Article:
After taking a count of the characters or elements in a string, you can apply numeric operations to them. For more information, see "Default Syntax Expressions: Working with Dates, Times, and Numbers."

Considering, Ignoring, and Changing Text Case

The following functions operate on the case (upper-case or lower-case) of the characters in the string.

Table 2. Functions for Considering, Ignoring, and Changing Text Case

Function

Description

<text>.SET_TEXT_MODE(IGNORECASE| NOIGNORECASE)

This function turns case sensitivity on or off for all text operations.

<text>.TO_LOWER

Converts the target to lowercase for a text block of up to 2 kilobyte (KB). Returns UNDEF if the target exceeds 2 KB.

For example, the string “ABCd:” is converted to “abcd:”.

<text>.TO_UPPER

Converts the target to uppercase. Returns UNDEF if the target exceeds 2 KB.

For example, the string “abcD:” is converted to “ABCD:”.

Stripping Specific Characters from a String

You can use the STRIP_CHARS(<string>) function to remove specific characters from the text that is returned by a default syntax expression prefix (the input string). All instances of the characters that you specify in the argument are stripped from the input string. You can use any text method on the resulting string, including the methods used for matching the string with a pattern set.

For example, in the expression CLIENT.UDP.DNS.DOMAIN.STRIP_CHARS(".-_"), the STRIP_CHARS(<string>) function strips all periods (.), hyphens (-), and underscores (_) from the domain name returned by the prefix CLIENT.UDP.DNS.DOMAIN. If the domain name that is returned is "a.dom_ai_n-name", the function returns the string "adomainname".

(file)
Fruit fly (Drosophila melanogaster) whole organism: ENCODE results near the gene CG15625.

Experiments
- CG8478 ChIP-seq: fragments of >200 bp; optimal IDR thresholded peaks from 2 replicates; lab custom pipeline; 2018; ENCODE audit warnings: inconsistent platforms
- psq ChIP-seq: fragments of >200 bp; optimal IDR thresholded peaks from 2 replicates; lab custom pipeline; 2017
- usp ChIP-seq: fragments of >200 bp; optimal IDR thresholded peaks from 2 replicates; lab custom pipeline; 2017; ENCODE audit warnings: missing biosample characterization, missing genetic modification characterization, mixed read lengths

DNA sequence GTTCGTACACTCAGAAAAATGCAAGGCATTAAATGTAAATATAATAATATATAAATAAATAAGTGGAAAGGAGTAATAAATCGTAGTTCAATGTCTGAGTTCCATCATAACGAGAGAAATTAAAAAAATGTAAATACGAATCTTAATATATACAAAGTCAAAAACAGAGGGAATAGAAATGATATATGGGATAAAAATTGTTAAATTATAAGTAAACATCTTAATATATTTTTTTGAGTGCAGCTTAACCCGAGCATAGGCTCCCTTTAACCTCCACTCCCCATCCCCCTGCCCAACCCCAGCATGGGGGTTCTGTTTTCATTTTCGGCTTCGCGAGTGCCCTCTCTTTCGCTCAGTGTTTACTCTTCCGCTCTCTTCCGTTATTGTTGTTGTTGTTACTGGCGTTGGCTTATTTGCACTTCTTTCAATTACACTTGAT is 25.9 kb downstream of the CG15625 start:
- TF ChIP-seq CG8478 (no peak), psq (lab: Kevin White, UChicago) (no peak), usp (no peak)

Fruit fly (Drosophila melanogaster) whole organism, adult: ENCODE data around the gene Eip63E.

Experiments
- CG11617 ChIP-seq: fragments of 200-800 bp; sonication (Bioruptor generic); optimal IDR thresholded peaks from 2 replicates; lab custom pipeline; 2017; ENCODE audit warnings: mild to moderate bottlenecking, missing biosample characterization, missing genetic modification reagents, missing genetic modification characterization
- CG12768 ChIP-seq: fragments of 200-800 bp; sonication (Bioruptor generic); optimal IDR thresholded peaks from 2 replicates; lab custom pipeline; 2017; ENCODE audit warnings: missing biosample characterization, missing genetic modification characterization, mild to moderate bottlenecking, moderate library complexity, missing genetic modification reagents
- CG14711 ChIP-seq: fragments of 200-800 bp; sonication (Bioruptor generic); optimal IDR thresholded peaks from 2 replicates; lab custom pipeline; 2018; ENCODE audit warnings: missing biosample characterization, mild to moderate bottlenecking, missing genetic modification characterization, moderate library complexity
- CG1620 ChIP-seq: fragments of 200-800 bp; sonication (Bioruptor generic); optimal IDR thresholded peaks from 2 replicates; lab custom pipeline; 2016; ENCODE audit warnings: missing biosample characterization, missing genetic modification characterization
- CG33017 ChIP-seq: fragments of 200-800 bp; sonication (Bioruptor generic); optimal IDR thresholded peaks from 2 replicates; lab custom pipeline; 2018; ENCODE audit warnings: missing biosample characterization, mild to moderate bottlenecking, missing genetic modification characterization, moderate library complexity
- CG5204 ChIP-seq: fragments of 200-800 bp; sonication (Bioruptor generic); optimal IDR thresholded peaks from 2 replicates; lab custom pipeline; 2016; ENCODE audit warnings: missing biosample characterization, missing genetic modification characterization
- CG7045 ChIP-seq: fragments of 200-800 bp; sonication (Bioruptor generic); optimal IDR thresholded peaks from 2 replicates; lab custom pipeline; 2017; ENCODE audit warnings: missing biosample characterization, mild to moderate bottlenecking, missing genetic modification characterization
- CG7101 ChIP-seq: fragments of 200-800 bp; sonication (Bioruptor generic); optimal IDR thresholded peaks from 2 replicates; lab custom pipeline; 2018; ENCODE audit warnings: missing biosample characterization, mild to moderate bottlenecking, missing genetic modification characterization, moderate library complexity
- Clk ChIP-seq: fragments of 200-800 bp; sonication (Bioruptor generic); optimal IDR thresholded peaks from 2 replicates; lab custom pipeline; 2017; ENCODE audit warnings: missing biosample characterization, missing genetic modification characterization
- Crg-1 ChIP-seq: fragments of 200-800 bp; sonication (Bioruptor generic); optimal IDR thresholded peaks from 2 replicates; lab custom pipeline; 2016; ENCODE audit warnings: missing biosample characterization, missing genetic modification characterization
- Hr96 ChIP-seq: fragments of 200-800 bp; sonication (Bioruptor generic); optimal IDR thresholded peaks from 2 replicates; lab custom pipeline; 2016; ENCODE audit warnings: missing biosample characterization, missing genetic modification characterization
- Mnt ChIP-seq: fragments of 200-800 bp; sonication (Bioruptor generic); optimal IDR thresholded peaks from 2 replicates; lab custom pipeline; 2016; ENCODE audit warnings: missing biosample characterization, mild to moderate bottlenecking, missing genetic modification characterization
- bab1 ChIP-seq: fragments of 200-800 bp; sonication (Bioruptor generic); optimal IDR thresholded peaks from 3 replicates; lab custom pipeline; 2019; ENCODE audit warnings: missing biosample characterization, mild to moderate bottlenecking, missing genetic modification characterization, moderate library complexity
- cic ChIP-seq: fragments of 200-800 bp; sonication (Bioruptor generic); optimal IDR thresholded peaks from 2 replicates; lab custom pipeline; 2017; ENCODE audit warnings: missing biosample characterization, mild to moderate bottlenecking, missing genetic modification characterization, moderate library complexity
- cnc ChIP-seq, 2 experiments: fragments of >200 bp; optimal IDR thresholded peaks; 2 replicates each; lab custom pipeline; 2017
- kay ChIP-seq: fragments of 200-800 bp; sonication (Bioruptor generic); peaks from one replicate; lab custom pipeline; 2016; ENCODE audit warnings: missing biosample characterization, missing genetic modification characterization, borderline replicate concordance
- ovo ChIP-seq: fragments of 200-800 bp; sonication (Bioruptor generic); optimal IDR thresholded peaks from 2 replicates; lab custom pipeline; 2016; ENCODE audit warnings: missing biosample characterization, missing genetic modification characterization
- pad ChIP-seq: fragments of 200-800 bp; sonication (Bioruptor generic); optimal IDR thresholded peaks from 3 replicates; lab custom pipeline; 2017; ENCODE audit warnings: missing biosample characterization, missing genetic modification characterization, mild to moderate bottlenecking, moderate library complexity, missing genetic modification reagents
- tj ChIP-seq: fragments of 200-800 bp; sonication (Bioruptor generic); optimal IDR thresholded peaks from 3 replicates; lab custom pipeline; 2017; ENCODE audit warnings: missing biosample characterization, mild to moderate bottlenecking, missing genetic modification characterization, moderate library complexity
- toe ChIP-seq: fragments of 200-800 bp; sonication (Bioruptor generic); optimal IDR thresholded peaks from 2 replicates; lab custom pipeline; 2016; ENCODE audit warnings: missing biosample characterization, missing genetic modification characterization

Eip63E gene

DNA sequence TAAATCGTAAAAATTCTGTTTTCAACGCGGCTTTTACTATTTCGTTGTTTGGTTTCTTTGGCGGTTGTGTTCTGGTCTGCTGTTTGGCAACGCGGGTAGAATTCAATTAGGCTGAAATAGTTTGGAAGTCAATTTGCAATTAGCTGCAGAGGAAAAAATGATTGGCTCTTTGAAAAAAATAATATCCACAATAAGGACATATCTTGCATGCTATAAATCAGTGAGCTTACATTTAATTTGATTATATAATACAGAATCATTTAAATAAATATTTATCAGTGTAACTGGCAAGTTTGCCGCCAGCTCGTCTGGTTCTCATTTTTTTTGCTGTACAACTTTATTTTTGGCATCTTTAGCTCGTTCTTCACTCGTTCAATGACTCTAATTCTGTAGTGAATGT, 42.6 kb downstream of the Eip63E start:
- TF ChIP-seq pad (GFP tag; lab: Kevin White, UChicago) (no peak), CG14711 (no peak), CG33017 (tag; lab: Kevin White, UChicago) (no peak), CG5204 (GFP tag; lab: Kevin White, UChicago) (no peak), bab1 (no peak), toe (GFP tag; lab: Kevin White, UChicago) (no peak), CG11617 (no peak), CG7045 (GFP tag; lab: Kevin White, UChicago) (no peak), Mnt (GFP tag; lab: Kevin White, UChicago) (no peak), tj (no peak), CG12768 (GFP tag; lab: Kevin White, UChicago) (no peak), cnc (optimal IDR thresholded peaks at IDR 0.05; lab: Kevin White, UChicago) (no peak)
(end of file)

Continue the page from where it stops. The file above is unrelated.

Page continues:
In the following example, the resulting string is compared with a pattern set called "listofdomains":

CLIENT.UDP.DNS.DOMAIN.STRIP_CHARS(".-_").CONTAINS_ANY("listofdomains")

Note: You cannot perform a rewrite on the string that is returned by the STRIP_CHARS(<string>) function.

The following functions strip matching characters from the beginning and end of a given string input.

Table 3. Functions for Stripping Characters From the Beginning or End of a String
Function Description

<text>.STRIP_START_CHARS(s)

Strips matching characters from the beginning of the input string until the first non-matching character is found and returns the remainder of the string. You must specify the characters that you want to strip as a single string within quotation marks.

For example, if the name of a header is TestLang and ://_en_us: is its value, HTTP.RES.HEADER("TestLang").STRIP_START_CHARS(":/_") strips the specified characters from the beginning of the value of the header until the first non-matching character e is found and returns en_us: as a string.

<text>.STRIP_END_CHARS(s)

Strips matching characters from the end of the input string to the first non-matching character is found and returns the remainder of the string. You must specify the characters that you want to strip as a single string within quotation marks.

For example, if the name of a header is TestLang and ://_en_us: is its value, HTTP.RES.HEADER("TestLang").STRIP_START_CHARS(":/_") strips the specified characters from the end of the value of the header until the first non-matching character s is found and returns ://_en_us as a string.

Appending a String to Another String

You can use the APPEND() function to append the string representation of the argument to the string representation of the value returned by the preceding function. The preceding function can be one that returns a number, unsigned long, double, time value, IPv4 address, or IPv6 address. The argument can be a text string, number, unsigned long, double, time value, IPv4 address, or IPv6 address. The resulting string value is the same string value that is obtained by using the + operator.